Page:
But then there’s today. I woke up with my sinuses a wreck, and part of the reason, I expect, was that I finally used my neti pot yesterday after putting it off, with the goal of trying to flush out some lingering gunk that stayed behind after the cold. I felt maybe the sinus trouble was a contributor to the hypersalivation. Anyway, massive sinus headache today and everything is a wreck up there, but also my throat feels a little bit scratchy and my breathing feels wrong and if I’m being honest with myself, this feels like a new cold not quite catching on.

To make a long story longer, but bring it to a point, I think I might be on the cusp of the flu. With any luck, and a lot of prayer, I hope if that’s the case that having started Tamiflu early will let me ride it out at this level and no worse. If I can avoid developing another debilitating bout of chest congestion for another few years or so, or fifty, that’d be swell.

But the Patriots lost, so there’s that.

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Nice try, Redmond

The Windows lock screen tells me helpfully that: “Microsoft Edge is now available for your Android devices.”

Oh, bless your hearts. That’s adorable.

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Parmesan steak topping solved

So as I mentioned in my previous post on sous vide, I tried to do a melty Parmesan topping for my most recent steak and used a recipe I found online that called for mixing the cheese with about an equal amount of butter. And that didn’t really work out well.

Tonight I figured it out when nuking up the other half of that New York strip.

For this you will need sodium citrate, the patron saint of melting salts which is also, handily enough, an emulsifier. Yay molecular gastronomy!

I took about ¼ cup of shredded Parmesan and put it in a Pyrex custard cup, along with roughly ¼ tsp. of sodium citrate; I did not weigh it. (At first it was more like a heaping 1/8; I added more later.) To that I added somewhere between 1-2 tbsp. of water, and I know that’s really inexact but the heck with it. I figured I’d nuke that for 30 seconds to warm it up, stir it, and take it from there.

The cheese actually melted completely within those 30 seconds, so I didn’t get the benefit of being able to nicely emulsify it. In fact I was concerned it was ruined, because part of it was a big clump and the other part was liquid, and they didn’t want to mix together. As I mentioned, at this stage there was only about 1/8 tsp. of sodium citrate included. I stirred vigorously but nothing much happened. At this point I figured I needed two more things: more sodium citrate and more heat. I added the melting salt and re-nuked for a short time, much less than 30 seconds though, to get the cheese hotter.

After the second nuke and with the added sodium citrate to bring it up around ¼ tsp., the cheese stirred a little better but not 100% where I wanted it to be. However at this point the emulsification appeared to be significantly better than before, and the main impediment was the stubborn solid part being a little too solid. More heat! So the third time was a very short nuke, after which about 30 seconds to a minute of good stirring produced a proper creamy result.

At this point not all my food was ready, so I had to wait to get the steak—which was sliced up and given a liberal dribbling of water for better warming—warm before putting on the cheese. So the cheese ended up needing one more nuke, just to warm it up again, but it didn’t “break” into separate solid and oil phases in the short time it sat there—nor did it after I put it on the steak. It did however solidify quite a bit, the way American cheese will after it’s been melted but the heat goes away; this was not at all a bad thing, but I think a higher water content would have softened it further.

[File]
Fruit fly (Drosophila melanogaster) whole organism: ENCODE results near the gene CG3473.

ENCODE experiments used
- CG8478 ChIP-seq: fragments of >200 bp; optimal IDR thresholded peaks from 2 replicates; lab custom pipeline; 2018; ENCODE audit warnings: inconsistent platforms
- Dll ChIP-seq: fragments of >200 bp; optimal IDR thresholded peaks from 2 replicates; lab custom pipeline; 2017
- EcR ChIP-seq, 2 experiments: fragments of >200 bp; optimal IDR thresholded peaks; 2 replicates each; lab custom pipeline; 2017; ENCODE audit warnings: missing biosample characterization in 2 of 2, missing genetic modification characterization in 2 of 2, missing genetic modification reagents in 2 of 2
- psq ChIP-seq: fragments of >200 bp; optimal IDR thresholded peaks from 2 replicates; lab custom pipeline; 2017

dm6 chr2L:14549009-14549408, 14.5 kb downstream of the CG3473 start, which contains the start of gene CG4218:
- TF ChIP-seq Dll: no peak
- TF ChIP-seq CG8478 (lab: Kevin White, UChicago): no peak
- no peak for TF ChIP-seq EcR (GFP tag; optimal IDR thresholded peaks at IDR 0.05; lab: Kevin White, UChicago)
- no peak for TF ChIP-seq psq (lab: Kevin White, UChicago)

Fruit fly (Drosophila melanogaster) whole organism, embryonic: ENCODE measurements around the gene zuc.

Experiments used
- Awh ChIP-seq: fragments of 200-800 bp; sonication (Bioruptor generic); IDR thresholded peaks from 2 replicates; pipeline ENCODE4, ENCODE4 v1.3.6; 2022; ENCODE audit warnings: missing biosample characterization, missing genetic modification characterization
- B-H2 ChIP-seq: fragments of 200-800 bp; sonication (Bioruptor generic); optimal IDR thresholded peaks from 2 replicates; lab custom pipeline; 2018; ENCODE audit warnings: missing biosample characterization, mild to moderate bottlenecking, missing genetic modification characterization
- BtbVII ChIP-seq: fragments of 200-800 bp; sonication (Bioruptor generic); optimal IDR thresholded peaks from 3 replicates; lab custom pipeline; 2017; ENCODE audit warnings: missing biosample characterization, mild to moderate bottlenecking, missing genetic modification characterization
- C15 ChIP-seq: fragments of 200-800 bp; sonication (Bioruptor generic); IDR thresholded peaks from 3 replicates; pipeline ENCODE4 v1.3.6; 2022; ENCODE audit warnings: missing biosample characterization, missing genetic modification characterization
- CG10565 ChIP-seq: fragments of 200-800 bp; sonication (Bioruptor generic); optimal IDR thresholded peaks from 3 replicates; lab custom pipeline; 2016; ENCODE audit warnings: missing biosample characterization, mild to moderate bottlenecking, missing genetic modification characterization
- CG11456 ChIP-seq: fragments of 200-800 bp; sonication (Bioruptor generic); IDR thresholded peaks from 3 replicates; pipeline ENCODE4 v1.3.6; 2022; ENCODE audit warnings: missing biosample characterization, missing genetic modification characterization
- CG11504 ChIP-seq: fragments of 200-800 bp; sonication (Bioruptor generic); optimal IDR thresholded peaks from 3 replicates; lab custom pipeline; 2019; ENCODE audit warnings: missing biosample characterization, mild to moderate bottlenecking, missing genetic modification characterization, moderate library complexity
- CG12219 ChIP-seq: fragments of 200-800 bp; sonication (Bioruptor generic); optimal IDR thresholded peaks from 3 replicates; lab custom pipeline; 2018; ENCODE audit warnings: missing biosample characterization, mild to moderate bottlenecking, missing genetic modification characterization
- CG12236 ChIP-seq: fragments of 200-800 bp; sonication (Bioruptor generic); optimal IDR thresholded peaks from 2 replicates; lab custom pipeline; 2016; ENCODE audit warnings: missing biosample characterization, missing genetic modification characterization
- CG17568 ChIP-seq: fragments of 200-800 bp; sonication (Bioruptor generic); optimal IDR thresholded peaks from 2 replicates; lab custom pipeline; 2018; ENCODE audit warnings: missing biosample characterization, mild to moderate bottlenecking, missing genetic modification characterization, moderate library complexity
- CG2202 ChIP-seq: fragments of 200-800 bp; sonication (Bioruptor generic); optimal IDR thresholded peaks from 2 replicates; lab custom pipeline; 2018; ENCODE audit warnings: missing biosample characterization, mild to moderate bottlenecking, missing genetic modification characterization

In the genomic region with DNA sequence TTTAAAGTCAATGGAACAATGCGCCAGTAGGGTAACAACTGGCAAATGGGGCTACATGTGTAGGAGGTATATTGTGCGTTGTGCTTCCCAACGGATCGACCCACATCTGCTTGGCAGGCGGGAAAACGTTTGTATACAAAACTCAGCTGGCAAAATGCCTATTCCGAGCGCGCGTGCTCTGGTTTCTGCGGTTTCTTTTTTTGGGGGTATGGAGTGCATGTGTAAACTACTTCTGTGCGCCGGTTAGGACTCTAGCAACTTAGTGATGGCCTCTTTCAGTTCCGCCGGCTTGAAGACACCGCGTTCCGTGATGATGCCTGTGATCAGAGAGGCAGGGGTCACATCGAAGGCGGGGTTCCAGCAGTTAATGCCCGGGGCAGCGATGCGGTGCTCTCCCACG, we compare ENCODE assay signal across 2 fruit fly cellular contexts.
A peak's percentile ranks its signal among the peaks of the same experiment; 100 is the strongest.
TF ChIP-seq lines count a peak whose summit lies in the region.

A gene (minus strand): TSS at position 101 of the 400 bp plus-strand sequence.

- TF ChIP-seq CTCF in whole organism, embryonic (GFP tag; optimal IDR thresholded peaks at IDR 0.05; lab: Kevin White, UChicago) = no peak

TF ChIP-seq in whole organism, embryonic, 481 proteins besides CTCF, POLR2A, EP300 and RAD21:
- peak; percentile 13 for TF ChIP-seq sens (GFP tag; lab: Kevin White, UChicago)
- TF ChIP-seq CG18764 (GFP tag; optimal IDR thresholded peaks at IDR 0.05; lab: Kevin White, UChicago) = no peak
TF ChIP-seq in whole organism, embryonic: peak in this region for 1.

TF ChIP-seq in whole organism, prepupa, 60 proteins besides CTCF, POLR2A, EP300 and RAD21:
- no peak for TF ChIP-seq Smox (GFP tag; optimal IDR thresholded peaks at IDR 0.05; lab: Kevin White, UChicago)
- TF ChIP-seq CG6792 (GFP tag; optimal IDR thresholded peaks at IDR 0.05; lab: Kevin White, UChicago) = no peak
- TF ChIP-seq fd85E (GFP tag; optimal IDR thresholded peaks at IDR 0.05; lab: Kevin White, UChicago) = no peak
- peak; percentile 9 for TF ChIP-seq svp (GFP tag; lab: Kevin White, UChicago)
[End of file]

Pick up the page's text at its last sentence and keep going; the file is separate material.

The amount of cheese I used would suffice, I think, to nicely top a big burger. To top a whole strip steak I’d actually use a little more.

This was honestly just an experiment. I had no idea if I’d be able to get something workable without weighing out the sodium citrate and I really had no idea if it would work in the microwave. The answer to that was a huge yes. Which means other cheese sauces are very achievable in the microwave too! For cheddar I’d cut the sodium citrate way down, though.

The main thing to note here is that when the cheese breaks, it can be fixed. It will be a little clumpy at first, but if the sodium citrate content is adequate then more heat should solve it. If you suspect there isn’t enough sodium citrate, adding a little should fix things as long as the heat is enough that the solid parts are mushy enough to try blending.

If you haven’t used sodium citrate yet, get a jar on Amazon and thank me later. And be sure to try a topping of melted Parmesan or Romano on your next steak, because I think you’ll find they bring it to the next level. For that matter, certain burgers would probably rejoice at the prospect of a little something different.

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Clickbait music must die


When I become a supervillain, I will criminalize the use of a ukulele or glockenspiel in the backing track to any new online video or any advertisement. (Exceptions will only be made when thematically justified, e.g. a luau.) Using either one will bring down a hefty fine in the neighborhood of $100K or a public flogging, or both. Using both: death.

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Conversations at Cupertino

The following are conversations I like to imagine actually happened in Apple’s headquarters.

Tim Cook: You know how other phones have those cool edge-to-edge screens? Let’s do that on the iPhone X.
Engineer: Good idea! My team will be excited to—
Tim Cook: Right, but I mean every edge.
Engineer: What about the front-facing camera?
Tim Cook: Cut out a notch.
Engineer: But people will hate—
Tim Cook: NOTCH!
Engineer: Okay, but what about the home button?
Tim Cook: Screw that. Users will use gestures instead.
Engineer: But people will hate—
Engineer: …All right. So you want the fingerprint recognition to unlock the phones done on the screen itself?
Tim Cook: No no no, we’ll use facial recognition!
Engineer: But that’s a million times less secure!

Marketing Goon 1: Hey, have you seen all those awful Google commercials?
Marketing Goon 2: Oh yeah. Those are the worst. What were they thinking with that music?
Marketing Goon 1: Exactly. The music in their ads is so bad it’s memorable!
Marketing Goon 2: But the only message sticking with people is that Google sucks at music. Our ads have always been a little quirky in that department, but people seem to like quirky.
Marketing Goon 1: Right, but Google is out-quirking us. So for the iPhone X spots, we’re ditching quirky and going with craptacular just like Google.
Marketing Goon 2: Isn’t that a little too—
Marketing Goon 1: And we’re gonna push the facial recognition by casting people with really weird looks and showing them in all kinds of goofy makeup.

Engineer: Can we at least talk about making the battery repl—
Tim Cook: NO!